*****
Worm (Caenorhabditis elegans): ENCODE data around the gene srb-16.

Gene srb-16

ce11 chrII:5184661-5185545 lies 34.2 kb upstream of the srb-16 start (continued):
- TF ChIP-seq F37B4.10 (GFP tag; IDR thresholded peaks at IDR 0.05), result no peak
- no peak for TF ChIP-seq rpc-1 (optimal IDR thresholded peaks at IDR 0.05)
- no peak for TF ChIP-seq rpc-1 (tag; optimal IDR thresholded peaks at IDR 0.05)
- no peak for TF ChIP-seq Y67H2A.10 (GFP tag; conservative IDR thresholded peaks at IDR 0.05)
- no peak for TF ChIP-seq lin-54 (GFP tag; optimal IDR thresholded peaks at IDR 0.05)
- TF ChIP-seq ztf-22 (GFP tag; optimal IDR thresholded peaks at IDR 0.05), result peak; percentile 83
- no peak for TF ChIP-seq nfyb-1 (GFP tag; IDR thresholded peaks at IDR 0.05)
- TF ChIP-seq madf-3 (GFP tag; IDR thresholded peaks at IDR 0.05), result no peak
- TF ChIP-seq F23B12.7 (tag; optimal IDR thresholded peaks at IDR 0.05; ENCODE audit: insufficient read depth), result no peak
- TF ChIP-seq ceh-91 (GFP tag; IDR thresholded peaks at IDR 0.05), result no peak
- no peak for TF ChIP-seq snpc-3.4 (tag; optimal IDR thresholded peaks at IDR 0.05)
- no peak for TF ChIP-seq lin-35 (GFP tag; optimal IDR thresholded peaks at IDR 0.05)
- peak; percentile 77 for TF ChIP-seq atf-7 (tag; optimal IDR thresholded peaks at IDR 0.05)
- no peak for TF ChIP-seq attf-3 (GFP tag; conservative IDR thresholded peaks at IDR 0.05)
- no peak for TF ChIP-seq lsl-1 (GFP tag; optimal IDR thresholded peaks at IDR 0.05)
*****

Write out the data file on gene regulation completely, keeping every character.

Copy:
Worm (Caenorhabditis elegans): ENCODE data around the gene srb-16.

Gene srb-16

ce11 chrII:5184661-5185545 lies 34.2 kb upstream of the srb-16 start (continued):
- TF ChIP-seq F37B4.10 (GFP tag; IDR thresholded peaks at IDR 0.05), result no peak
- no peak for TF ChIP-seq rpc-1 (optimal IDR thresholded peaks at IDR 0.05)
- no peak for TF ChIP-seq rpc-1 (tag; optimal IDR thresholded peaks at IDR 0.05)
- no peak for TF ChIP-seq Y67H2A.10 (GFP tag; conservative IDR thresholded peaks at IDR 0.05)
- no peak for TF ChIP-seq lin-54 (GFP tag; optimal IDR thresholded peaks at IDR 0.05)
- TF ChIP-seq ztf-22 (GFP tag; optimal IDR thresholded peaks at IDR 0.05), result peak; percentile 83
- no peak for TF ChIP-seq nfyb-1 (GFP tag; IDR thresholded peaks at IDR 0.05)
- TF ChIP-seq madf-3 (GFP tag; IDR thresholded peaks at IDR 0.05), result no peak
- TF ChIP-seq F23B12.7 (tag; optimal IDR thresholded peaks at IDR 0.05; ENCODE audit: insufficient read depth), result no peak
- TF ChIP-seq ceh-91 (GFP tag; IDR thresholded peaks at IDR 0.05), result no peak
- no peak for TF ChIP-seq snpc-3.4 (tag; optimal IDR thresholded peaks at IDR 0.05)
- no peak for TF ChIP-seq lin-35 (GFP tag; optimal IDR thresholded peaks at IDR 0.05)
- peak; percentile 77 for TF ChIP-seq atf-7 (tag; optimal IDR thresholded peaks at IDR 0.05)
- no peak for TF ChIP-seq attf-3 (GFP tag; conservative IDR thresholded peaks at IDR 0.05)
- no peak for TF ChIP-seq lsl-1 (GFP tag; optimal IDR thresholded peaks at IDR 0.05)